Tea Party Rallies Still A Cauldron For Conspiracy Theories, Mistruths, And Exaggerations

Posted by | April 11, 2010 23:30 | Filed under: Top Stories

Cristina Corbin of FOX News has spent a few weeks embedded with the Tea Party Express, and writes about how tea party leaders are cringing at what the movement is attracting.

But while organizers have held the tour as a way to stay front-and-center as a political force, the rallies have also attracted the kinds of mistruths, exaggerations and conspiracy theories that make Tea Party leaders cringe. Though the movement is still trying to shore up its credentials as a grassroots power that’s here to stay, the so-called “fringe” and its accompanying antics continue to give critics fodder.

A number of tea party revelers believe Obama is a socialist, a secret Muslim, and someone hell-bent on destroying America.

Some suggest Obama wants to keep Americans unemployed so that they become dependent on government-run programs. Lenin and Stalin have become catchwords to describe Obama in the speeches denouncing his policies.

Going further, swastikas, as well as pictures of Obama’s face next to Adolf Hitler’s, have appeared on signs at dozens of rallies blasting the president and the Democrat-controlled Congress.

Other Tea Party members continue to question the president’s citizenship

— a sign reading “Show Us Your Birth Certificate” popped up at a recent rally in Traverse City, Mich.

The tea party leaders disavow some of the more radical points of view, but the fringe is not isolated.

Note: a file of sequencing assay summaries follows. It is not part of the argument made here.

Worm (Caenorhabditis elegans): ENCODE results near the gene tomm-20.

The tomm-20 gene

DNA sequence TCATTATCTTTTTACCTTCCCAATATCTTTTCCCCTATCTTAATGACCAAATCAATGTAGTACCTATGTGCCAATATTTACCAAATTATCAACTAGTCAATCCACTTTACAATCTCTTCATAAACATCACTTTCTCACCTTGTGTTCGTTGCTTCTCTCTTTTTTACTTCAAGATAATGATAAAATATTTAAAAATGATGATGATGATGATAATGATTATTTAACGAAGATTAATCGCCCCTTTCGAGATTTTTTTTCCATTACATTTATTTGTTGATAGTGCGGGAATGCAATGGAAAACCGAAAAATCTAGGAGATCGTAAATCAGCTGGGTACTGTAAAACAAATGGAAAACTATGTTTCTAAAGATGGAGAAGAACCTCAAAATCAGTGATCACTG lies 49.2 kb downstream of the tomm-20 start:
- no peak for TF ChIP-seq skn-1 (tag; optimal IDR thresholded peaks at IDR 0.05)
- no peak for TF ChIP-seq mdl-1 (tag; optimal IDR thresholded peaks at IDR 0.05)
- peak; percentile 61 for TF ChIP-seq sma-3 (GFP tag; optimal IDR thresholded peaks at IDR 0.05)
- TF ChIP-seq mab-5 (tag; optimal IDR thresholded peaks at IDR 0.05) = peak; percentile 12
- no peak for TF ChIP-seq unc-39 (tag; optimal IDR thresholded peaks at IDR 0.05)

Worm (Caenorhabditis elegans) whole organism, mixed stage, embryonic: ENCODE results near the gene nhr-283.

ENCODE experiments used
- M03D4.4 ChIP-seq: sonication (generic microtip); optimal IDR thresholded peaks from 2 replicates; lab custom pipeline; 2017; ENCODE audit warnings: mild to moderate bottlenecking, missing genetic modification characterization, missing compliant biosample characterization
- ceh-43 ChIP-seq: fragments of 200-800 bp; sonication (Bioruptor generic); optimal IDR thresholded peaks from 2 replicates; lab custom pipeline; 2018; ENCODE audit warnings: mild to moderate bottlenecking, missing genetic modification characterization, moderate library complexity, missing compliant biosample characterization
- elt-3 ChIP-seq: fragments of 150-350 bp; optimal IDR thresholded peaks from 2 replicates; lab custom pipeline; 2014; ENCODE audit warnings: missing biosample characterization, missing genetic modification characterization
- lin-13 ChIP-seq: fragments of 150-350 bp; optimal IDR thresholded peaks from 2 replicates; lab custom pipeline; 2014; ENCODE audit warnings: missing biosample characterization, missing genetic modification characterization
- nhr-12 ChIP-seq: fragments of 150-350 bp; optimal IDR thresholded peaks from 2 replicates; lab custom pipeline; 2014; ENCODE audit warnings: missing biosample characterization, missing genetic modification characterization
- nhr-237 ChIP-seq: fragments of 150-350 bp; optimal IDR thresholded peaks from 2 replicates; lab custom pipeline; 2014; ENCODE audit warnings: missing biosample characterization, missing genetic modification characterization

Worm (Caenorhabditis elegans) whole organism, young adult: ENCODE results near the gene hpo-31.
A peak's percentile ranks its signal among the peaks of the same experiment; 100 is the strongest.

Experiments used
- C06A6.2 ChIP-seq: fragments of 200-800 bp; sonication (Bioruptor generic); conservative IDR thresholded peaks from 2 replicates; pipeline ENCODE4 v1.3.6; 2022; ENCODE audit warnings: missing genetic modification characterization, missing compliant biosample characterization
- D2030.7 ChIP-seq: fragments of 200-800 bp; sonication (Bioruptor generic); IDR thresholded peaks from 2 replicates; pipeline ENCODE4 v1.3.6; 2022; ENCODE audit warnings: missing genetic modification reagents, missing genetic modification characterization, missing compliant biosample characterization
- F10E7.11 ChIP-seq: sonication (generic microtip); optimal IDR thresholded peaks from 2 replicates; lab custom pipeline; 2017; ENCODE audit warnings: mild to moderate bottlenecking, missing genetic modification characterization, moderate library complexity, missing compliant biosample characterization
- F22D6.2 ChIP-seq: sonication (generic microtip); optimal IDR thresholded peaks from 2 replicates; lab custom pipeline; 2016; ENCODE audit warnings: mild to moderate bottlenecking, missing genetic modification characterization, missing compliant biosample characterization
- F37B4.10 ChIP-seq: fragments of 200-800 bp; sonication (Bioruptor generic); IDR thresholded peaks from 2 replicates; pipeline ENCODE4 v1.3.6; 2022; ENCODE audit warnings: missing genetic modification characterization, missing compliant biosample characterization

Ron Moore of Petoskey, Mich., said he stood firm in his belief that the Democrats’ goal was to implement “death panels” to decide who receives medical care and who does not.

“They’ve already started,” he said.

Of course, the leaders of the movement try to draw equivalency with what was going on when Bush was president.

Mark Williams, chairman of the Tea Party Express, said the imagery and rhetoric seen at the Tea Party rallies “pales in comparison” to the protests during the Bush presidency.

Oh? There was no concomitant movement to the tea partiers when Bush was president. There wasn’t a Cappuccino Party Express. There was no attempt to repeal everything Bush did. But America did speak out and elected Democrats to every branch of government as a response to the Bush presidency.  That’s known as taxation with representation.

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Copyright 2010 Liberaland
By: Alan

Alan Colmes is the publisher of Liberaland.

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